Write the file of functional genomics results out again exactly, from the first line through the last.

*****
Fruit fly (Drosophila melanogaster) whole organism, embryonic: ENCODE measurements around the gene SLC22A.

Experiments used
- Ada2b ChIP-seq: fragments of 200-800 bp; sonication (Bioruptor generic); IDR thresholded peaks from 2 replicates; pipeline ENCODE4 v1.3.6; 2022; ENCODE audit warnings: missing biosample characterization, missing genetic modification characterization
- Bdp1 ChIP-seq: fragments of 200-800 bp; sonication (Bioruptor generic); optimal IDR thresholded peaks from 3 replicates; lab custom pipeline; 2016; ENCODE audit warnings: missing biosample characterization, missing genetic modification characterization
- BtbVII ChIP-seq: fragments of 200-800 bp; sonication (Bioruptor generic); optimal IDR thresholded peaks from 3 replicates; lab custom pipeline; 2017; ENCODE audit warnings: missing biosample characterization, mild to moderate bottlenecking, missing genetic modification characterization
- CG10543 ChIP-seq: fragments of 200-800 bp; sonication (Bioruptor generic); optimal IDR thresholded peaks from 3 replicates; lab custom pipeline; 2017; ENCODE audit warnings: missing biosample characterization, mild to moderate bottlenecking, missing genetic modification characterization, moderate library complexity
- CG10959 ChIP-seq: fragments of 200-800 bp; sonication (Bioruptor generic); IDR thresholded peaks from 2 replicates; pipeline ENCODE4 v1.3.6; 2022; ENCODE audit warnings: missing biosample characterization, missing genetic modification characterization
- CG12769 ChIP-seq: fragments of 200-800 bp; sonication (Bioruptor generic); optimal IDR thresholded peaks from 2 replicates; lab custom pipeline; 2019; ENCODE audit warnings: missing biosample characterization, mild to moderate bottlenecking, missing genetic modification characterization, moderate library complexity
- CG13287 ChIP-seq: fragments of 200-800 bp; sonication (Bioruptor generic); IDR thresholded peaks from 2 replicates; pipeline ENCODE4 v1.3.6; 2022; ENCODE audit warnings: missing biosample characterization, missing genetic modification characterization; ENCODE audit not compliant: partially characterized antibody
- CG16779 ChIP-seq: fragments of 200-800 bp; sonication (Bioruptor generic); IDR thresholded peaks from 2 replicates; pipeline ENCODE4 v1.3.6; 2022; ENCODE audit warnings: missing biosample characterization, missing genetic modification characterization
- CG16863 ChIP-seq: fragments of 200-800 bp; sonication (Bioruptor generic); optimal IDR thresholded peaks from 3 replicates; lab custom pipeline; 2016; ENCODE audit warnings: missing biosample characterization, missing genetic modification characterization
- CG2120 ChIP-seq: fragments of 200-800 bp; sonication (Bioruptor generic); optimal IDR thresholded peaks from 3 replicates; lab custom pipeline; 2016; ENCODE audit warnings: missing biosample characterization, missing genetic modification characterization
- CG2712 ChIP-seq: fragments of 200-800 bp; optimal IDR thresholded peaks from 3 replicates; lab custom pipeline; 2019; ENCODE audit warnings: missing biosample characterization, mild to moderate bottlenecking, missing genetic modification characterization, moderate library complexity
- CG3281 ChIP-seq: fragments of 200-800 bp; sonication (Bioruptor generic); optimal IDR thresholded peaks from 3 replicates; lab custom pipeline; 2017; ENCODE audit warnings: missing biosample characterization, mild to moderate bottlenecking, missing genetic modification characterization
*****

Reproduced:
Fruit fly (Drosophila melanogaster) whole organism, embryonic: ENCODE measurements around the gene SLC22A.

Experiments used
- Ada2b ChIP-seq: fragments of 200-800 bp; sonication (Bioruptor generic); IDR thresholded peaks from 2 replicates; pipeline ENCODE4 v1.3.6; 2022; ENCODE audit warnings: missing biosample characterization, missing genetic modification characterization
- Bdp1 ChIP-seq: fragments of 200-800 bp; sonication (Bioruptor generic); optimal IDR thresholded peaks from 3 replicates; lab custom pipeline; 2016; ENCODE audit warnings: missing biosample characterization, missing genetic modification characterization
- BtbVII ChIP-seq: fragments of 200-800 bp; sonication (Bioruptor generic); optimal IDR thresholded peaks from 3 replicates; lab custom pipeline; 2017; ENCODE audit warnings: missing biosample characterization, mild to moderate bottlenecking, missing genetic modification characterization
- CG10543 ChIP-seq: fragments of 200-800 bp; sonication (Bioruptor generic); optimal IDR thresholded peaks from 3 replicates; lab custom pipeline; 2017; ENCODE audit warnings: missing biosample characterization, mild to moderate bottlenecking, missing genetic modification characterization, moderate library complexity
- CG10959 ChIP-seq: fragments of 200-800 bp; sonication (Bioruptor generic); IDR thresholded peaks from 2 replicates; pipeline ENCODE4 v1.3.6; 2022; ENCODE audit warnings: missing biosample characterization, missing genetic modification characterization
- CG12769 ChIP-seq: fragments of 200-800 bp; sonication (Bioruptor generic); optimal IDR thresholded peaks from 2 replicates; lab custom pipeline; 2019; ENCODE audit warnings: missing biosample characterization, mild to moderate bottlenecking, missing genetic modification characterization, moderate library complexity
- CG13287 ChIP-seq: fragments of 200-800 bp; sonication (Bioruptor generic); IDR thresholded peaks from 2 replicates; pipeline ENCODE4 v1.3.6; 2022; ENCODE audit warnings: missing biosample characterization, missing genetic modification characterization; ENCODE audit not compliant: partially characterized antibody
- CG16779 ChIP-seq: fragments of 200-800 bp; sonication (Bioruptor generic); IDR thresholded peaks from 2 replicates; pipeline ENCODE4 v1.3.6; 2022; ENCODE audit warnings: missing biosample characterization, missing genetic modification characterization
- CG16863 ChIP-seq: fragments of 200-800 bp; sonication (Bioruptor generic); optimal IDR thresholded peaks from 3 replicates; lab custom pipeline; 2016; ENCODE audit warnings: missing biosample characterization, missing genetic modification characterization
- CG2120 ChIP-seq: fragments of 200-800 bp; sonication (Bioruptor generic); optimal IDR thresholded peaks from 3 replicates; lab custom pipeline; 2016; ENCODE audit warnings: missing biosample characterization, missing genetic modification characterization
- CG2712 ChIP-seq: fragments of 200-800 bp; optimal IDR thresholded peaks from 3 replicates; lab custom pipeline; 2019; ENCODE audit warnings: missing biosample characterization, mild to moderate bottlenecking, missing genetic modification characterization, moderate library complexity
- CG3281 ChIP-seq: fragments of 200-800 bp; sonication (Bioruptor generic); optimal IDR thresholded peaks from 3 replicates; lab custom pipeline; 2017; ENCODE audit warnings: missing biosample characterization, mild to moderate bottlenecking, missing genetic modification characterization